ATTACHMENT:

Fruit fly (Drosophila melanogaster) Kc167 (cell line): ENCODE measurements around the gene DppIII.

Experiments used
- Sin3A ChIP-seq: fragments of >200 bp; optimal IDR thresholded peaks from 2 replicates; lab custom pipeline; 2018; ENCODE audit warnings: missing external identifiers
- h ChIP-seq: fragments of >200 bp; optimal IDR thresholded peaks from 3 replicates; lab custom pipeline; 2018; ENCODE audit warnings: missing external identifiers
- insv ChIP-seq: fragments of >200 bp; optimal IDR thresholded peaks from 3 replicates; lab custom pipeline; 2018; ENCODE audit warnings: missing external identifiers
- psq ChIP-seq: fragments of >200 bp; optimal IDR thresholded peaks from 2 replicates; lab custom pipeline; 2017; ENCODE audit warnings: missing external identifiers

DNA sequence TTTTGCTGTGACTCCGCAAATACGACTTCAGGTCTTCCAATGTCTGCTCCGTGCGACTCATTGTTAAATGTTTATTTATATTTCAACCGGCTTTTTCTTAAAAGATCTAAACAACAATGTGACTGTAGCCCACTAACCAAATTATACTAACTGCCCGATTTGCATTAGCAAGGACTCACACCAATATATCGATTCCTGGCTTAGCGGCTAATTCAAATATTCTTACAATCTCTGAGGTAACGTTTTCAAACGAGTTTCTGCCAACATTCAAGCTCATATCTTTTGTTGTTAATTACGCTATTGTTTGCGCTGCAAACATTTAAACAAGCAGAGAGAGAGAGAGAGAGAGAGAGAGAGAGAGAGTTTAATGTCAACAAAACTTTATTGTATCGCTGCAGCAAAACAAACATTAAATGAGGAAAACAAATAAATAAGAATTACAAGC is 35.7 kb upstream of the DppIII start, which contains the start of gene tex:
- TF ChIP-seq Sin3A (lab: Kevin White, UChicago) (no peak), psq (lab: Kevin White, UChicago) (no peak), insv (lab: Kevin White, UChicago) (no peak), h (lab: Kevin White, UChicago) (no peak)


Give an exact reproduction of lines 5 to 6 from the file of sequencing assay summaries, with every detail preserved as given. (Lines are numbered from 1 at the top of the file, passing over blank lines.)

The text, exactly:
- insv ChIP-seq: fragments of >200 bp; optimal IDR thresholded peaks from 3 replicates; lab custom pipeline; 2018; ENCODE audit warnings: missing external identifiers
- psq ChIP-seq: fragments of >200 bp; optimal IDR thresholded peaks from 2 replicates; lab custom pipeline; 2017; ENCODE audit warnings: missing external identifiers